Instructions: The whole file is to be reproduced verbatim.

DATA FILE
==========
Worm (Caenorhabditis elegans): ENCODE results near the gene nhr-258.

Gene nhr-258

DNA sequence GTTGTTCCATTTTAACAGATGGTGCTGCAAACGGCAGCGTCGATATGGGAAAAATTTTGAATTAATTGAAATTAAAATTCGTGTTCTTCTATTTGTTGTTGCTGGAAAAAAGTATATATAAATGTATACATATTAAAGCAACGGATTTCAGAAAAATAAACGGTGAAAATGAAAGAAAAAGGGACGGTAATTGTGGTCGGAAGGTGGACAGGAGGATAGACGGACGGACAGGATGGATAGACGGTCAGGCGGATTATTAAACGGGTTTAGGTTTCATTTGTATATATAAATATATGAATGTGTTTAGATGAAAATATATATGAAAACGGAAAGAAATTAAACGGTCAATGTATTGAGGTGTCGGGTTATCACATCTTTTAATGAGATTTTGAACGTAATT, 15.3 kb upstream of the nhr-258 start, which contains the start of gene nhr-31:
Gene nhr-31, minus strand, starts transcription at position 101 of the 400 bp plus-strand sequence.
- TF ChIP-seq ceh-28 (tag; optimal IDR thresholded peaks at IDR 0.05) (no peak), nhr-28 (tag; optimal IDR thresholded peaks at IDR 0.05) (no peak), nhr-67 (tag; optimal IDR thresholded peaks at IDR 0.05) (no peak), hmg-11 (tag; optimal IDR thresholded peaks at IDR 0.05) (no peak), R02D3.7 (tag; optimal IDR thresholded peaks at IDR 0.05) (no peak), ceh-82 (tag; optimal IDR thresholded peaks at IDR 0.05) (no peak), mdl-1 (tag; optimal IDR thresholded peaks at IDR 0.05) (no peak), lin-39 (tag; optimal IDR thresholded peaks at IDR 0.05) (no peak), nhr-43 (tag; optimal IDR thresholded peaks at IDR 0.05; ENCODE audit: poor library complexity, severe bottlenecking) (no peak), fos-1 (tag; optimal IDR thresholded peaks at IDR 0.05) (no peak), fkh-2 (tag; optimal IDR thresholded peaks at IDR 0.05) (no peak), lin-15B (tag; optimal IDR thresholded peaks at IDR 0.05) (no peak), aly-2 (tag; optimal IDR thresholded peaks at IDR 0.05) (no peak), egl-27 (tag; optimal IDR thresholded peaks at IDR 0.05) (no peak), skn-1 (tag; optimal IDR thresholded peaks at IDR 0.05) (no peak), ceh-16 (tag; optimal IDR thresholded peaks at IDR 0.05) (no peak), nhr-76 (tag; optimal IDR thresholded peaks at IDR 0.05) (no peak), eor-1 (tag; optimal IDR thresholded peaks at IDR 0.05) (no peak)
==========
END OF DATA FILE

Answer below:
Worm (Caenorhabditis elegans): ENCODE results near the gene nhr-258.

Gene nhr-258

DNA sequence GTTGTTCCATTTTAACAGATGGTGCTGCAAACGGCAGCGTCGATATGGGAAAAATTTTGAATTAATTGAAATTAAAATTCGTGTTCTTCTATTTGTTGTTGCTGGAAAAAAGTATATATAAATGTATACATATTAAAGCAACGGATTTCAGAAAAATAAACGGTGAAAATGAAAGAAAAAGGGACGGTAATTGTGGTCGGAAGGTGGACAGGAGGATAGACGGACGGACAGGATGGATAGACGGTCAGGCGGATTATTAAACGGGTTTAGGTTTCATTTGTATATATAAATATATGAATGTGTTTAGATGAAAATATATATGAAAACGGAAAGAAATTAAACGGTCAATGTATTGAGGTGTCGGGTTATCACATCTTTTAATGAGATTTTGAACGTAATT, 15.3 kb upstream of the nhr-258 start, which contains the start of gene nhr-31:
Gene nhr-31, minus strand, starts transcription at position 101 of the 400 bp plus-strand sequence.
- TF ChIP-seq ceh-28 (tag; optimal IDR thresholded peaks at IDR 0.05) (no peak), nhr-28 (tag; optimal IDR thresholded peaks at IDR 0.05) (no peak), nhr-67 (tag; optimal IDR thresholded peaks at IDR 0.05) (no peak), hmg-11 (tag; optimal IDR thresholded peaks at IDR 0.05) (no peak), R02D3.7 (tag; optimal IDR thresholded peaks at IDR 0.05) (no peak), ceh-82 (tag; optimal IDR thresholded peaks at IDR 0.05) (no peak), mdl-1 (tag; optimal IDR thresholded peaks at IDR 0.05) (no peak), lin-39 (tag; optimal IDR thresholded peaks at IDR 0.05) (no peak), nhr-43 (tag; optimal IDR thresholded peaks at IDR 0.05; ENCODE audit: poor library complexity, severe bottlenecking) (no peak), fos-1 (tag; optimal IDR thresholded peaks at IDR 0.05) (no peak), fkh-2 (tag; optimal IDR thresholded peaks at IDR 0.05) (no peak), lin-15B (tag; optimal IDR thresholded peaks at IDR 0.05) (no peak), aly-2 (tag; optimal IDR thresholded peaks at IDR 0.05) (no peak), egl-27 (tag; optimal IDR thresholded peaks at IDR 0.05) (no peak), skn-1 (tag; optimal IDR thresholded peaks at IDR 0.05) (no peak), ceh-16 (tag; optimal IDR thresholded peaks at IDR 0.05) (no peak), nhr-76 (tag; optimal IDR thresholded peaks at IDR 0.05) (no peak), eor-1 (tag; optimal IDR thresholded peaks at IDR 0.05) (no peak)